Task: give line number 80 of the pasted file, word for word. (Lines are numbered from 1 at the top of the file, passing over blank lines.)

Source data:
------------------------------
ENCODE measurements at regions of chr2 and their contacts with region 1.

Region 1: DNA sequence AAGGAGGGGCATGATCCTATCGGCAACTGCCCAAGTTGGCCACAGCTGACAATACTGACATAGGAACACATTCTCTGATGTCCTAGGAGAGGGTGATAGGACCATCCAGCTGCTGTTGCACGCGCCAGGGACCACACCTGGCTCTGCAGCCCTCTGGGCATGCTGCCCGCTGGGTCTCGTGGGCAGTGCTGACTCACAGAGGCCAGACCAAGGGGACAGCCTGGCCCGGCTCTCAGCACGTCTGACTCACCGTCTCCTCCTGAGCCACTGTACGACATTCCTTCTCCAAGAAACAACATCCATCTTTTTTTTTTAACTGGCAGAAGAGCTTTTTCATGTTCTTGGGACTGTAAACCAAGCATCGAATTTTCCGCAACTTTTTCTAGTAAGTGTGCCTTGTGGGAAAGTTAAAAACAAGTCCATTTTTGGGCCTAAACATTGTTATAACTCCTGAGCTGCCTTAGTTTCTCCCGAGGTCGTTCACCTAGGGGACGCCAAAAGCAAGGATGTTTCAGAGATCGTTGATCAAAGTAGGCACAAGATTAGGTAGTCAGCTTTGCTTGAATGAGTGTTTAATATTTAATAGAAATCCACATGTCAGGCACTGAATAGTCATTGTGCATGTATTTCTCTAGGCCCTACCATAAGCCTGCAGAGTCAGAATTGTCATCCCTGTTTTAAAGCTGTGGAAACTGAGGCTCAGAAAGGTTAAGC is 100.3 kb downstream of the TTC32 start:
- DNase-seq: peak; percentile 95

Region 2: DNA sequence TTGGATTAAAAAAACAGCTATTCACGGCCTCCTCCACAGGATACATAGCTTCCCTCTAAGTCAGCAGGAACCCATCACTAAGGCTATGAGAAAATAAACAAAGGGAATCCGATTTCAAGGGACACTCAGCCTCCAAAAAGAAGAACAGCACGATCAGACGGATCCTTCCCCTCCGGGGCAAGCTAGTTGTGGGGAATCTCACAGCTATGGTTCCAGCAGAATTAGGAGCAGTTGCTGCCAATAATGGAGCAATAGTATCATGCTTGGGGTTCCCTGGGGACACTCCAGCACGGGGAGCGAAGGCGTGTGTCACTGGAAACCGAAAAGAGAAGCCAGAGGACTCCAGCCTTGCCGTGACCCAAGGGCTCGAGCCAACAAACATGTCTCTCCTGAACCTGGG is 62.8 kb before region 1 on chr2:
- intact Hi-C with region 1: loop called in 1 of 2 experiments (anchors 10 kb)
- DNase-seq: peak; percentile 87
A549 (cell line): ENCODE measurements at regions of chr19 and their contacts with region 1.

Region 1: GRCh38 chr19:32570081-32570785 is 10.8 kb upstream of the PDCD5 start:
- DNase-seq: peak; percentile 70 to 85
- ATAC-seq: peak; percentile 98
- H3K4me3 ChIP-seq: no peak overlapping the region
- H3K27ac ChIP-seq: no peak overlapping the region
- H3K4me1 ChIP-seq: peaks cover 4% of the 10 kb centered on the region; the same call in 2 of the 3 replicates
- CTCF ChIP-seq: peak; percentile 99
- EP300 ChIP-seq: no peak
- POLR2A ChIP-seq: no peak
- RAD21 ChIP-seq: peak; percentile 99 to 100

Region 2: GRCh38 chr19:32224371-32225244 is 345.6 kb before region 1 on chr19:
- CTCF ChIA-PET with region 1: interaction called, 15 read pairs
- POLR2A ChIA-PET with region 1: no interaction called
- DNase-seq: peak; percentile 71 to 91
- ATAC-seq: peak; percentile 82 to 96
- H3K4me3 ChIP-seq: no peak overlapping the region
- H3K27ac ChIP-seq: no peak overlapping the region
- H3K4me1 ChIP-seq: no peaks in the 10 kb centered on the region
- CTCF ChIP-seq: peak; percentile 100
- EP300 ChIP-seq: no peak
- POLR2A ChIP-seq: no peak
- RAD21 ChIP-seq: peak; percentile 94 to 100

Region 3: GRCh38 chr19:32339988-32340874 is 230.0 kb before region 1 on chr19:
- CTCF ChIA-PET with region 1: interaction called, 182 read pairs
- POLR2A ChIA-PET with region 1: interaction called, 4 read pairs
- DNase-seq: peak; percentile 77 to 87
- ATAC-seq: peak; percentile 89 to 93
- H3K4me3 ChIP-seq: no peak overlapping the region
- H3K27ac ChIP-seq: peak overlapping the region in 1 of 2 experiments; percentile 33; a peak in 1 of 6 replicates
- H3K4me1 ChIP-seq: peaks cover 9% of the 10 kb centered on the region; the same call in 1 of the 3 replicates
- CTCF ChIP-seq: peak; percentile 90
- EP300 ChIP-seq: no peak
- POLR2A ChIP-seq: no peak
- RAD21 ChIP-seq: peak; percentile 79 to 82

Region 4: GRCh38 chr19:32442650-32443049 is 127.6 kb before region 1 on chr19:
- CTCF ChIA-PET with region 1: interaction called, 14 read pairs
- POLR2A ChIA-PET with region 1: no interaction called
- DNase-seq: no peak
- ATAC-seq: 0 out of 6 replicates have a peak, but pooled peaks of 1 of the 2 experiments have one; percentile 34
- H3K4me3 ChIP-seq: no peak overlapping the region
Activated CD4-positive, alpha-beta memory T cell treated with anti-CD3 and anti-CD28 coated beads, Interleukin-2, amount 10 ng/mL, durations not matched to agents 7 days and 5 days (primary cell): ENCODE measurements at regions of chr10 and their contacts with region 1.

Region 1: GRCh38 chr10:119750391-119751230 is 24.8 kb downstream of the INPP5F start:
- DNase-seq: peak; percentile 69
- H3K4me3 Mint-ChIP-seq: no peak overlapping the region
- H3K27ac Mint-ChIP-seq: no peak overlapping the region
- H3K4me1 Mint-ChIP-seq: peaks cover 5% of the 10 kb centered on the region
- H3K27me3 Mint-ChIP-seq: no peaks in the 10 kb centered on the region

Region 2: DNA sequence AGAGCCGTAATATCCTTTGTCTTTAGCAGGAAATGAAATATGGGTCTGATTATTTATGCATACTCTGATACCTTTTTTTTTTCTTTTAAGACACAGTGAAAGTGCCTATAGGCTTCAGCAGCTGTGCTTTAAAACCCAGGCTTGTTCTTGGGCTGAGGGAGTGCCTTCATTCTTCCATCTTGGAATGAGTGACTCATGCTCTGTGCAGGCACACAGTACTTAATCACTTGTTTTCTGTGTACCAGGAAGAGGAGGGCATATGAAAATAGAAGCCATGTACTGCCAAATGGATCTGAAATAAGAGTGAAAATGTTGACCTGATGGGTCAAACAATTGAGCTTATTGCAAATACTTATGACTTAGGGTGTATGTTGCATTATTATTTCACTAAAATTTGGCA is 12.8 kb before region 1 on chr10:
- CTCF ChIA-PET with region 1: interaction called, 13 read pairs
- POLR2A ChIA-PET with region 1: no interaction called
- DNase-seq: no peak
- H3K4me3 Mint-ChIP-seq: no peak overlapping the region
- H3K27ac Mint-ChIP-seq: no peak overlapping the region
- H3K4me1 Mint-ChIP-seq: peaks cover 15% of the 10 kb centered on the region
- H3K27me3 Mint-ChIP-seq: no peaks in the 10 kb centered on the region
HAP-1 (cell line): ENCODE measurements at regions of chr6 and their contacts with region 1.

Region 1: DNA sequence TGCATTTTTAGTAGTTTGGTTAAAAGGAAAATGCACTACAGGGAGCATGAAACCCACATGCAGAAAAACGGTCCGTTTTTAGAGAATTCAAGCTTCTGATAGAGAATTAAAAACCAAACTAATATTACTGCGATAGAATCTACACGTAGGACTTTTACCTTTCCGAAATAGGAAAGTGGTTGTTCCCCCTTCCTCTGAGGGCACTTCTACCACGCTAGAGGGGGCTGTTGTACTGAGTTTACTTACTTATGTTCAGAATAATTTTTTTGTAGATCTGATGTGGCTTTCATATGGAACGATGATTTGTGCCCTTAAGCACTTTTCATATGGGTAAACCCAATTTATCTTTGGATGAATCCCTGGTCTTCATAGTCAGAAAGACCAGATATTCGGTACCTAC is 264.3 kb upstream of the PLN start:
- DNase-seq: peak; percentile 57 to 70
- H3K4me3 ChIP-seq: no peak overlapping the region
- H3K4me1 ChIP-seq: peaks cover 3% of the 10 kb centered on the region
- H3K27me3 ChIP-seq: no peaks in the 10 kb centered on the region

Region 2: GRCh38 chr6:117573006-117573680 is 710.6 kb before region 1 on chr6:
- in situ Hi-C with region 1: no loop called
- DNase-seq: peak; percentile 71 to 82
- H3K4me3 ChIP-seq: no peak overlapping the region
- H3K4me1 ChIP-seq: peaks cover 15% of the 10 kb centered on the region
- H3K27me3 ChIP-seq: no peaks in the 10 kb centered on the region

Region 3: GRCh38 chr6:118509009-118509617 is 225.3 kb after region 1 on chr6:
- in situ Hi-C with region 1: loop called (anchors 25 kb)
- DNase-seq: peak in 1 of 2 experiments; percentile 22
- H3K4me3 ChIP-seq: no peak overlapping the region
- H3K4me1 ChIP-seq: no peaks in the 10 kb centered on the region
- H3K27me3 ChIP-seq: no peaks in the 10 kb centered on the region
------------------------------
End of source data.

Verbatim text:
- H3K27me3 ChIP-seq: no peaks in the 10 kb centered on the region